Anonymous comments from a 'police source' have fuelled fresh claims that authorities want to distract from death in custody case
THE LAWYER acting on behalf of Sheku Bayoh's family, the 31 year old who died in police custody, has hit accused "police sources" of a "deliterate attempt" to smear Bayok.
Aamer Anwar, acting for the family of Sheku Bayoh, the Fife man who died in police custody in May 2015, hit out at police authorities following the comments which appeared at the weekend in a Scottish tabloid newspaper.
Anwar told The National newspaper : "The family continue to be shocked by the double standard of these so-called police sources. Repeatedly the family are bullied, patronised and expected to remain silent while there is a deliberate attempt to criminalise Sheku Bayoh and justify his death."
"One should look at what is the purpose of these so-called police sources in deliberately leaking selective parts of what they claim to be the truth.
"The truth as far as the family is concerned is that Sheku Bayoh was restrained by several police officers and within 30 seconds was faced down on the ground and lost consciousness and subsequently died," Anwar added.
The anonymous comments, supposedly from a police source, were made to the the Sun on Sunday recently regarding officer Nicole Short. The source claimed that Short had suffered physical and mental harm as a result of an altercation on the day of his death.
Short was present at the scene when Bayoh was 'restrained' by officers.
Short was one of the officers that came into contact with Bayoh on the morning of his death on 3 May in Kirkcaldy. PC Short's trial, over allegations that she obtained personal data for non-policing purposes, was postponed in August due to her medical condition, which the police say stems from the Kirkcaldy incident.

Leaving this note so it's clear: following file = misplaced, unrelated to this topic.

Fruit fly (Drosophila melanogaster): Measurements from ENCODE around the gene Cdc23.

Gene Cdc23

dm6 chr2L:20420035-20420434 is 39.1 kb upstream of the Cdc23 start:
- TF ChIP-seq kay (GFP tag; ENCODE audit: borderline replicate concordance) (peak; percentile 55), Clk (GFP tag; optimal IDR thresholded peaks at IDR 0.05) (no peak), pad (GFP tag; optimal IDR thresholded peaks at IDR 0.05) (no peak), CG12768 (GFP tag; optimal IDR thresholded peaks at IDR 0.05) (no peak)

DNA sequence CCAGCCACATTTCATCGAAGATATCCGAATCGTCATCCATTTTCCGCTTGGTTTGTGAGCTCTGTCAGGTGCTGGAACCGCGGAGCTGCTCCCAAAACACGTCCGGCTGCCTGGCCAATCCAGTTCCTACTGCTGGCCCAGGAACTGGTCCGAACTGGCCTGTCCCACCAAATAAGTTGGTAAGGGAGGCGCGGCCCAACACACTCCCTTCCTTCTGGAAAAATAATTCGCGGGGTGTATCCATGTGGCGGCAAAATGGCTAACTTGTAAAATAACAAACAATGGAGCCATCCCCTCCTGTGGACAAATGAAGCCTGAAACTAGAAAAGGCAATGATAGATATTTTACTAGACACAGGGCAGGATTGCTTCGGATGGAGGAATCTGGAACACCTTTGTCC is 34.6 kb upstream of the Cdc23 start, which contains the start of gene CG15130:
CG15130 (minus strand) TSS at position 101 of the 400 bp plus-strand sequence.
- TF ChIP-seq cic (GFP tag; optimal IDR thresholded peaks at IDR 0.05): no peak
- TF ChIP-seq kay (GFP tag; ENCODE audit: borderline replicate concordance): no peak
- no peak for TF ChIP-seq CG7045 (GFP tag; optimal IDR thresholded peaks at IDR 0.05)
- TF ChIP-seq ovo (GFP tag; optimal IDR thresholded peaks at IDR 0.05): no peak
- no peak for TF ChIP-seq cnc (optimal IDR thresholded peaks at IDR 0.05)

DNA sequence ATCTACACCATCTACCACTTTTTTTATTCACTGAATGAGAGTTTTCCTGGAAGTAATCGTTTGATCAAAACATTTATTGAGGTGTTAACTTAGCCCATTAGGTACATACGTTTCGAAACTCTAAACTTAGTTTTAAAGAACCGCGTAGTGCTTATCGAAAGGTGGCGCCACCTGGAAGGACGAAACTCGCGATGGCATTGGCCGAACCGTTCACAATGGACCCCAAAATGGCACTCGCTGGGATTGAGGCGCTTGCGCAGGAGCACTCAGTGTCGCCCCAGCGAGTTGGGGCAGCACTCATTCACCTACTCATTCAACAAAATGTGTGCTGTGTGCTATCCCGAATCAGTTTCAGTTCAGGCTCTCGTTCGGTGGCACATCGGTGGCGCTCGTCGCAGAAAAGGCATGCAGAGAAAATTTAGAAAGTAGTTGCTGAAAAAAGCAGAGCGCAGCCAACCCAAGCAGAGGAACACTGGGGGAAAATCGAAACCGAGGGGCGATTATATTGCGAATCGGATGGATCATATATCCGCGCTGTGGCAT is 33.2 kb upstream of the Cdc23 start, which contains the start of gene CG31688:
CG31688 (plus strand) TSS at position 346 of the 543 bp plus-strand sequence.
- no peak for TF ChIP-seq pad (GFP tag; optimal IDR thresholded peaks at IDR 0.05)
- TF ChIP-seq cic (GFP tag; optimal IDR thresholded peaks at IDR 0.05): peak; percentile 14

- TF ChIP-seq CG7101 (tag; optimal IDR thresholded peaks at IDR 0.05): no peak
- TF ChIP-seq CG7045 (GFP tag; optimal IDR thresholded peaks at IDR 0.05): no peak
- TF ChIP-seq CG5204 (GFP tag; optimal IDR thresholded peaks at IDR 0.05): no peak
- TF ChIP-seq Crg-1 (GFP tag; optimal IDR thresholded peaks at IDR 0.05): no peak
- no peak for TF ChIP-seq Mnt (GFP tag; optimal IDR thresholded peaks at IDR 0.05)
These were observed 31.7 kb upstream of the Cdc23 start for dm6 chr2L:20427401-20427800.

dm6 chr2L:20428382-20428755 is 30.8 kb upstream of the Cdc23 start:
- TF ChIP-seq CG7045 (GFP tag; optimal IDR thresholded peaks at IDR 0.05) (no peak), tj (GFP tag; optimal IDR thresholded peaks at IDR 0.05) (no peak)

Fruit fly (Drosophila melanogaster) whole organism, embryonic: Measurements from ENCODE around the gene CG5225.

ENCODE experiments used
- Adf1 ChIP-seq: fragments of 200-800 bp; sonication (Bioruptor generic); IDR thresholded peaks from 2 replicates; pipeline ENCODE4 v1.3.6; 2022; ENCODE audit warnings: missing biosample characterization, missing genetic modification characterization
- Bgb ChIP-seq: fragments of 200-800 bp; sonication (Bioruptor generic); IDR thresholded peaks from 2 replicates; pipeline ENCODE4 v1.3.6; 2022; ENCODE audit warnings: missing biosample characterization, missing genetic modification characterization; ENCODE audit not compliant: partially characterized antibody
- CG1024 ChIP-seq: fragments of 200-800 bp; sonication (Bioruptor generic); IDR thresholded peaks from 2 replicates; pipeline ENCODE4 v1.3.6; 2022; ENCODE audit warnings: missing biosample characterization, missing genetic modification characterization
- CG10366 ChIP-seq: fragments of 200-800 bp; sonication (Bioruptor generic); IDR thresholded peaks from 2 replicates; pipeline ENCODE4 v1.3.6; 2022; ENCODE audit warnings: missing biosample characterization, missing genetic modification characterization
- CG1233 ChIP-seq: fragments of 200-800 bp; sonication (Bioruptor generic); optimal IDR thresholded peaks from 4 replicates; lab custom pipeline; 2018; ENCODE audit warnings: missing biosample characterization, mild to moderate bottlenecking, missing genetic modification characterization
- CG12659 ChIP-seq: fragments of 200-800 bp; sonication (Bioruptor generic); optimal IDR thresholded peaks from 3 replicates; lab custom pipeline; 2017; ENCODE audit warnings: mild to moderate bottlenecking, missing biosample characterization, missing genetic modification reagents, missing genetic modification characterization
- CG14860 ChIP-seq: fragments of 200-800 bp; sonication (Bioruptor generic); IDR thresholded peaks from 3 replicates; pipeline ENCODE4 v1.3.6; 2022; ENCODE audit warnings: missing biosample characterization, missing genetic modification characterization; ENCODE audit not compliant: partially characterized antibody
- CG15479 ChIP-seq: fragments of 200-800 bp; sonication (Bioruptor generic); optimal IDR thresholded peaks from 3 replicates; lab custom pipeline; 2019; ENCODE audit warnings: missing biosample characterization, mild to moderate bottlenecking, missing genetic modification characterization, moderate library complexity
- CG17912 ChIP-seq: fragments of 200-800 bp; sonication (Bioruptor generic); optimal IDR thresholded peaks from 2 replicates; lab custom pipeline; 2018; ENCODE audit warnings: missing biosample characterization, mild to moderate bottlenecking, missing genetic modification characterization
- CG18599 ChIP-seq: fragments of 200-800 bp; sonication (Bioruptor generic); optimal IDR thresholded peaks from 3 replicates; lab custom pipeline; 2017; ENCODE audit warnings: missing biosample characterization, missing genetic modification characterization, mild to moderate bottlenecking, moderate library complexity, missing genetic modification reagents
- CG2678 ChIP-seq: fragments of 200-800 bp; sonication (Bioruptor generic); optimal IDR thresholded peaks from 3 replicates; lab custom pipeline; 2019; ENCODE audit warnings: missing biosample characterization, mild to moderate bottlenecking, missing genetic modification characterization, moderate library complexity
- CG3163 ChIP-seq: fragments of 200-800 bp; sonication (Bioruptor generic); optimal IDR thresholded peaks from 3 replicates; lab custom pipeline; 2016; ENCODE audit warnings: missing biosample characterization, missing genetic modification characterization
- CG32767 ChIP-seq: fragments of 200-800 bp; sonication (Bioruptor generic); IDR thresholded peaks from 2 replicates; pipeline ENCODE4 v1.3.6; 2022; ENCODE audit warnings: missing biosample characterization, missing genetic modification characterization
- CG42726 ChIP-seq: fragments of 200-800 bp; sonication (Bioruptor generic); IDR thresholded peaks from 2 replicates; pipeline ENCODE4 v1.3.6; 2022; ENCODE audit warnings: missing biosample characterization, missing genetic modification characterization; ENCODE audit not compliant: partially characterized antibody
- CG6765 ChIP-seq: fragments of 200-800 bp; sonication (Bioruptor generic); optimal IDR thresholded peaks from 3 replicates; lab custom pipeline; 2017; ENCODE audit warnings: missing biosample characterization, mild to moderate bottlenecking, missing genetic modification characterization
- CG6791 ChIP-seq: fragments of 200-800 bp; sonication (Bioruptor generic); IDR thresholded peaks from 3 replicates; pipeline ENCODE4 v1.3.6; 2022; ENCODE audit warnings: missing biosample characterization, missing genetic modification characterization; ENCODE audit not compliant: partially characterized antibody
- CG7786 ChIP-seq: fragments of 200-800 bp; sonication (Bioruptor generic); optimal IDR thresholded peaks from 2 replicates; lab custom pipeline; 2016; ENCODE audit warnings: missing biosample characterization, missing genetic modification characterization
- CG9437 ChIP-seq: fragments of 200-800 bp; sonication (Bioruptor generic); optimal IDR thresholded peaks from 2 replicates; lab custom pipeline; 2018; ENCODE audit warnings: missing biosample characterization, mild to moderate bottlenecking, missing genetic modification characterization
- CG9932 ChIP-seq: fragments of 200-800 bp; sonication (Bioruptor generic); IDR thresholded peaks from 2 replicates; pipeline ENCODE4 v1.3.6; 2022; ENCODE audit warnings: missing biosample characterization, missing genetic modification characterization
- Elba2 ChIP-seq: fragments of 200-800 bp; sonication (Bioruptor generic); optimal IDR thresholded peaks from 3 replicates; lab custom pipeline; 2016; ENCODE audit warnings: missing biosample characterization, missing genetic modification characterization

Bayoh family solicitor Aamer Anwar had previously criticised the Scottish Police Federation (SPF) for allowing a month to pass before officers agreed to be interviewed by the Police Investigations and Review Commissioner (PIRC) over the incident.
In an escalating battle, the SPF subsequently attacked Mr Anwar, accusing the solicitor of " inaccurate and bizarre rhetoric ".
The recent comments in the Sun on Sunday are just the latest in a series of claims and counter-claims around the Bayoh case.
Since the investigation began it has emerged that one of the police officers involved in taking Bayoh into custody " admitted that he was a racist ", according to his brother-in-law who spoke out in October. He had also carried out a sustained and brutal attack on his own elderly parents in 2005.
The Daily Record also discovered that one of the officers involved was 6ft 4in and weighed 25st. Bayoh's injuries included 30 head wounds and a deep gash across his forehead. Officers used CS spray, batons, handcuffs and leg restraints on the 31-year old, who died two hours later.
The SPF declined to comment to The National on the comments.
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